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Jumping the Parade

An interesting aspect of online wine enthusiasm has developed whereby passionate wine lovers take measured glee in opining about the passivity that marks many wineries participation in the sport of marketing.

Read any online wine media for a period of time, and you’ll stumble across this type of article or blog post. It’s the one that laments why, in a world of opportunity, are so many wineries sitting on their hands?

Mostly, this is about social media – the wineries that “get it” and the unnamed wineries that don’t.

With the economy crumbling around them, many wineries aren’t or haven’t been able to make halftime adjustments to the in-game conditions that surround them.  Instead, they opt for a continuation of the game that preceded; it’s like the reverse of the long-in-the-tooth football coach drawing on experiential anecdotes from a game 30 years ago.  Instead, now, it’s not the graybeards that are imploring a change in game plan, it’s those youthful or youthful in spirit. 

Hell, I might be the Howard Cosell of this sport having asked my fair share of ponderous rhetorical questions while providing armchair commentary on why exactly wineries don’t seem to “get it” in the realm of marketing.  Regardless, for reasons of protocol, prudence, or fear many winery folks are afraid to jump in front of the parade, let alone take a position within the caravan of new ideas that double as gawk-worthy floats.


But, when it’s not our money on the line, who can really blame a winery who may fall into preservation mode, watching the pageantry around them, trying to simply maintain their position? Particularly when you consider, to a relative outsider, this pageantry can seem more like a whirling dervish of confusion and swirl.

Yet, rightfully, I think we CAN question; especially since trends seem to be manifesting themselves into long-range developments and not short-term fads.  And, if nothing else, it’s a sign that people care, which is a lot better than the alternative. 

But, simply, the rules of engagement are being re-written as we speak and I think many people are asking “why” of wineries because some old tricks in the marketing bag aren’t resonating and the landscape is shifting for how to talk to customers, existing and potential.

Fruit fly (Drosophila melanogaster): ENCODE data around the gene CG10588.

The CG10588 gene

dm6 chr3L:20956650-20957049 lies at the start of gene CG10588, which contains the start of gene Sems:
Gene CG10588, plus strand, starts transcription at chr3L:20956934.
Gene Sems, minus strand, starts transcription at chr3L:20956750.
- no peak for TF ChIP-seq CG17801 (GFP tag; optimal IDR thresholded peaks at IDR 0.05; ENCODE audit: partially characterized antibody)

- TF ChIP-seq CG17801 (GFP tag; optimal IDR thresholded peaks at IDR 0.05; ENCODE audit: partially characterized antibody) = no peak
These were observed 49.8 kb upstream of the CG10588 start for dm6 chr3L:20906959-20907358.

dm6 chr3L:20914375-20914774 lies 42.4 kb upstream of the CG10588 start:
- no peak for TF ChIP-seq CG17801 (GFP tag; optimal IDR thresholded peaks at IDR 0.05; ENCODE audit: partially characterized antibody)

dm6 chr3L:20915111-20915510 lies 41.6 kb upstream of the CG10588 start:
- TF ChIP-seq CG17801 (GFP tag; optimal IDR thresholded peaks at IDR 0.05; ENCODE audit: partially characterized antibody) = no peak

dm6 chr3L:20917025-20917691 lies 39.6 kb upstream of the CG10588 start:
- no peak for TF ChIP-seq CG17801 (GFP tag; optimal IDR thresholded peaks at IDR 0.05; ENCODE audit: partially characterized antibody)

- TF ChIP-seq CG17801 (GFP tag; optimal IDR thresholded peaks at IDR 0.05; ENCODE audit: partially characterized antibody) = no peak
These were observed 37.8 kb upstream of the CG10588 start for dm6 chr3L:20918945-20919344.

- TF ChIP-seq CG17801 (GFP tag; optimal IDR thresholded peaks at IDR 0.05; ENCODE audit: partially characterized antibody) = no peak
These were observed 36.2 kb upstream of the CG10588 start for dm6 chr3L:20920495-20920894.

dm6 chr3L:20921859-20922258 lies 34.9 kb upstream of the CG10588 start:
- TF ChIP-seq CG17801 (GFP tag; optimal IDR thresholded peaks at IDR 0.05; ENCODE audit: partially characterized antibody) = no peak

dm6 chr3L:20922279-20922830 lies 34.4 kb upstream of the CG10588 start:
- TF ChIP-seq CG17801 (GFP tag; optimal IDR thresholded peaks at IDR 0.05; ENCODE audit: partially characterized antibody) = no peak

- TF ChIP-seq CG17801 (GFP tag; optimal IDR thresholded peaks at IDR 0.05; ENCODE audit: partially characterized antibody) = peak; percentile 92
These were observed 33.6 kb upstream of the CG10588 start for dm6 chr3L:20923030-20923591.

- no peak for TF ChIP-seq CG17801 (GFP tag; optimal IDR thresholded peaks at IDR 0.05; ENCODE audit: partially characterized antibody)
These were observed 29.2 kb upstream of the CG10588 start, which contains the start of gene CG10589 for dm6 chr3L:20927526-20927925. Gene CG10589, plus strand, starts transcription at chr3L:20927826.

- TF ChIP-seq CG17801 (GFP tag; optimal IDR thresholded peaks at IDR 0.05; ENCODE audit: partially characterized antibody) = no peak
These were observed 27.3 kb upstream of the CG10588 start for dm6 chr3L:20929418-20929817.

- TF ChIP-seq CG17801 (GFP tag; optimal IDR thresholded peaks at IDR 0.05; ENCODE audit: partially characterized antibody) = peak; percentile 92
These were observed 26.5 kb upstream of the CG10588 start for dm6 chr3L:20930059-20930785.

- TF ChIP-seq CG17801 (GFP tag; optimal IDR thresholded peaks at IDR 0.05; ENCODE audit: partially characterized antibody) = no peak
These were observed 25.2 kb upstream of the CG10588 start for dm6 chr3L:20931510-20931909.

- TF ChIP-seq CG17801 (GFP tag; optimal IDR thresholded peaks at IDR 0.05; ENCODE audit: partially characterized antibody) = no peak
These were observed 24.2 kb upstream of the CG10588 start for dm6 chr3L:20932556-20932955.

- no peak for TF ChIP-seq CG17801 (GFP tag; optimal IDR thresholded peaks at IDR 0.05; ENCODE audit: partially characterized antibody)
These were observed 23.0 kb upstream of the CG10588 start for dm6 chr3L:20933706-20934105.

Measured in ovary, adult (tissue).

Back in January, I put a self-imposed moratorium on writing anything that resembled a wine + social media angle.  For the most part, I’ve stuck to it.  That said, I do want to make a couple of higher-level points about general marketing.

Three current day wine business items seem to be indisputable truths:

1) New distribution is nearly a closed window for small wineries

2) Demand is caving for wines that are priced above $25

3) Social media isn’t a fad; what you call it may change, but the participation requirement won’t

Given these three items, I’ve seen a couple of recent articles that helped me hone in and focus on how to address customers in this era in what can be an overwhelming parade of information.

The first ‘a-ha,’ that I had occurred when I read a Matt Kramer column in Wine Spectator (June 15th edition) that attempts to define wine consumers at a very high-level.

Kramer postulates that in the new millennium, conscious or unconscious, consumers will define their “wine self”—their wine personality.

He reviews two types – a “Land Mentality” or a “Brand Mentality.”

Quoted from Kramer:

“The ‘Land Mentality’ emphasizes site specificity; single variety wines over blends; an almost obsessive celebration of differences and so-called naturalistic winemaking and grapegrowing.”